then compute those on a pyramid scale space built without smoothing. Moreover, we apply CPU-based parallel processing, SIMD (Single Instruction Multiple Data) in order to speed up the keypiont detection without additional requirement of hardware resources.
Second, we present a floating-point descriptor which is based on intensity rank orders. Intensities have enough distinctiveness, however it could not be used as descriptors directly due to the lack of the robustness for brightness changes. We reinforce the robustness of the intensity by a rank-order normalization. The computational requirement for intensity rank orders is reduced by using the histogram equalization instead of sorting algorithms.
Finally, we propose an intensity-rank-order-based binary descriptor. A previous intensity-rank-order-based binary descriptor shows poor recognition rates and high computational complexity. Fixed threshold for intensity rank orders on a rotation-normalized image patch causes poor recognition rates. The proposed binary descriptor resolves the recognition problem by adaptive binning, and has lower computational complexity than intensity-difference-based binary descriptors due to the histogram equalization and the lookup table.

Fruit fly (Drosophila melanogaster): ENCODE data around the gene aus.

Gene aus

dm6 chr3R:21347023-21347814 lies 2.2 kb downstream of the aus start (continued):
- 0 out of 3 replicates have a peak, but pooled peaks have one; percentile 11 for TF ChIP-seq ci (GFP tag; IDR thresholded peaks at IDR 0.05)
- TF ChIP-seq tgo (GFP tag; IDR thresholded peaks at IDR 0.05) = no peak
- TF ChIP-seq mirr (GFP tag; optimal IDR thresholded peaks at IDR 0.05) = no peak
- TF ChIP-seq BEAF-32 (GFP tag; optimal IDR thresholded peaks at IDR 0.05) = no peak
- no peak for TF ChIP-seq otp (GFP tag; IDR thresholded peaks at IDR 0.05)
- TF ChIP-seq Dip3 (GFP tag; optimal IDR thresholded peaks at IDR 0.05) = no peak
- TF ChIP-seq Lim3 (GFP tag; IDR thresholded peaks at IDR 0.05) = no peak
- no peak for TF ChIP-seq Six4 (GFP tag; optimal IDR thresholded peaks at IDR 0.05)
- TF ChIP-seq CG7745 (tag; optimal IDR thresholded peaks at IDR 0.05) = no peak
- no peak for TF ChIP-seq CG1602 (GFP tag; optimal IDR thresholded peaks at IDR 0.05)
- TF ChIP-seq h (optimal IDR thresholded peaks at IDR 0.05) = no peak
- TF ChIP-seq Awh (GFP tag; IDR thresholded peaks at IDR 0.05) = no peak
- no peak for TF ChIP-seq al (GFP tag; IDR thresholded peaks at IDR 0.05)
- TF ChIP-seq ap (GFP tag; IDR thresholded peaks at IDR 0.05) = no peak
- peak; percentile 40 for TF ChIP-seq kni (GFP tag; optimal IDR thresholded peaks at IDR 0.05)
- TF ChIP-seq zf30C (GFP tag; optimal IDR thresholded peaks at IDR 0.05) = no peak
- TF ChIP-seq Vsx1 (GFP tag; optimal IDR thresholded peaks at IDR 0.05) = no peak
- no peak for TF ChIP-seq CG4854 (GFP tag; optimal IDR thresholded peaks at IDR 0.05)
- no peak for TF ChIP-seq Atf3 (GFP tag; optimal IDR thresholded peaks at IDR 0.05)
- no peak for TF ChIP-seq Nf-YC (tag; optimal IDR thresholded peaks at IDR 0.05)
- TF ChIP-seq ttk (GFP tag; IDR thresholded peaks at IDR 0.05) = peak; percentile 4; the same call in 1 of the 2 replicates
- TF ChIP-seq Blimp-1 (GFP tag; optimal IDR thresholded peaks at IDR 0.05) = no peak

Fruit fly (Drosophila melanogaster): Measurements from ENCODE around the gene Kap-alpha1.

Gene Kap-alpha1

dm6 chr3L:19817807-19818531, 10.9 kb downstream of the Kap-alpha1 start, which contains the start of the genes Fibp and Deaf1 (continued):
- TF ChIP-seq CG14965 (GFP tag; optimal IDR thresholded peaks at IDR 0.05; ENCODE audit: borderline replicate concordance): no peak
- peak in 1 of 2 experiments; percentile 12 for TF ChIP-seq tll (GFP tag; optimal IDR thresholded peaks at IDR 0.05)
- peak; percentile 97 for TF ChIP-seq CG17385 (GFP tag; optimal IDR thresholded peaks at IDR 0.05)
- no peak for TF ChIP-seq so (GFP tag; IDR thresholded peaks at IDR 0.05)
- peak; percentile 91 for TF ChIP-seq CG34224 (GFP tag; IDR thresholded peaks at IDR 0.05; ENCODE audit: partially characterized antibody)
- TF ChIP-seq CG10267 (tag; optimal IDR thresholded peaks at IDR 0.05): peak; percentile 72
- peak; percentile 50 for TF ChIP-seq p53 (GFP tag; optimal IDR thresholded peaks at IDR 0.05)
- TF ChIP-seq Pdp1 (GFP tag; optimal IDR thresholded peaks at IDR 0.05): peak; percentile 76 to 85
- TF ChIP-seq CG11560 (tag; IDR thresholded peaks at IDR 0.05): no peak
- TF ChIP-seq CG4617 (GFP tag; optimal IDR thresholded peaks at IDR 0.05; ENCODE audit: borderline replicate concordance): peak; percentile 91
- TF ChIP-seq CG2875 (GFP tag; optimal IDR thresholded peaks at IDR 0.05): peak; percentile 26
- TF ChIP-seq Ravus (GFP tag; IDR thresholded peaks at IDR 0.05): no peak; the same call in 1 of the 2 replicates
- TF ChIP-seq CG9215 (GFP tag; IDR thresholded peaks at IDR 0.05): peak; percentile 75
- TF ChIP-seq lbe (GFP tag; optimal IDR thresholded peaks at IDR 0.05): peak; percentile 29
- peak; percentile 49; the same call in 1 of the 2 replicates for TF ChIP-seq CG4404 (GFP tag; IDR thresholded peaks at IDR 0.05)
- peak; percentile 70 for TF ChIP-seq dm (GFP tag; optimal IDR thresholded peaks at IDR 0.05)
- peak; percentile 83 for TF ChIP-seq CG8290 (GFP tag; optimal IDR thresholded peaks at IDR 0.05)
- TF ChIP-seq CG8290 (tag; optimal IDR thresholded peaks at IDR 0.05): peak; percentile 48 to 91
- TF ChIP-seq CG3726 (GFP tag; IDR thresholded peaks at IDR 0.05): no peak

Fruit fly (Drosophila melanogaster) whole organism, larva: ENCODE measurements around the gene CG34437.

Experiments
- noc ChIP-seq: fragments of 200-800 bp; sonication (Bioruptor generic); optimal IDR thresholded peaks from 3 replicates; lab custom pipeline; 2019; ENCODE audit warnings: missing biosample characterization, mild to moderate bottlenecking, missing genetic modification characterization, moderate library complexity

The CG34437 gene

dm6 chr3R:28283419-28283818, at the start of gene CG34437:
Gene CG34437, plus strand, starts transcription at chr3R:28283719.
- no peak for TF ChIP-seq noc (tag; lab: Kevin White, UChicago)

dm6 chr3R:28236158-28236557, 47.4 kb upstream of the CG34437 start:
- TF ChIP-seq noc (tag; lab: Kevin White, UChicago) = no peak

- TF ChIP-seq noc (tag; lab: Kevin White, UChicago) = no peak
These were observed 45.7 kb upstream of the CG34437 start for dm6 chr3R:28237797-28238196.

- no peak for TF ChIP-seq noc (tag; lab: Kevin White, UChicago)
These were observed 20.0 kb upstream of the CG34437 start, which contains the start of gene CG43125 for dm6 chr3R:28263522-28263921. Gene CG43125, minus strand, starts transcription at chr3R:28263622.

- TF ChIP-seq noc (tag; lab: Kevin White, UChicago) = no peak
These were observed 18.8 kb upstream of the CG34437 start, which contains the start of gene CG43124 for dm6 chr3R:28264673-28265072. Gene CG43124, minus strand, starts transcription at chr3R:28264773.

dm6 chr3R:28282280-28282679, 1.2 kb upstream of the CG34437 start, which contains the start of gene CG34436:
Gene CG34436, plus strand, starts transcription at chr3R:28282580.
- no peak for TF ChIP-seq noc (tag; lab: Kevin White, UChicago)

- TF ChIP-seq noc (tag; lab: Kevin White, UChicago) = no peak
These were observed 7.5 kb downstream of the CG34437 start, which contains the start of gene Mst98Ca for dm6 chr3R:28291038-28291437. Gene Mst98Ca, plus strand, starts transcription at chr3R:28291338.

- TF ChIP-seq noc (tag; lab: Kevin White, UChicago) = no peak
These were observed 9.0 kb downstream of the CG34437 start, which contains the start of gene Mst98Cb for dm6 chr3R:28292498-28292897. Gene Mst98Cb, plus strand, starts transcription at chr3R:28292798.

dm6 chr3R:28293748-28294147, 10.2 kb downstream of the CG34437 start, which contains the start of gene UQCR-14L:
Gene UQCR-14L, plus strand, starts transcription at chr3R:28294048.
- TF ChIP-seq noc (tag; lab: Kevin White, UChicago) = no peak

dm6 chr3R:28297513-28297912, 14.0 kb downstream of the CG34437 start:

We evaluated the performance of the proposed local invariant features extensively using the publicly available evaluation toolkits and databases. The experiment results of the proposed methods are compared to those of state-of-the-art methods, and show high performance. Real image sequences, which are captured under various image acquisition conditions, and synthetic image sequences, which are generated by finer-level deformations, are used to evaluate the features. Features are compared in terms of the repeatability for detection, and the recall and precision for matching. In order to analyze the computational complexity of each part of the feature, we compared the timings of the detection, the description, and the direction respectively. Moreover, we applied the proposed method to recognition tests to prove the usefulness of the proposed method.; Local invariant feature may be the most efficient method for finding correspondences of image patches. Feature detects regions called keypoint in an image, then encode information of a local neighbor of the keypoint into a vector called descriptor. Correspondences of detected keypoints in two or several images could be found by comparing similarities of descriptors. Correspondences of image regions are very basic and core information for various computer vision techniques, such as image retrieval, object recognition, motion estimation, 3D reconstruction, and SLAM (Simultaneous Localization and Mapping). As a basic element technology, local invariant feature needs to have high performance in terms of the precision and the computational efficiency. In this dissertation, we present a fast and robust local invariant feature using intensity rank order.
First, we introduce a fast and robust method to detect blob-like structures. For that, we approximate the determinant of the Hessian matrix, which is known as the blob measure, by a small number of pixels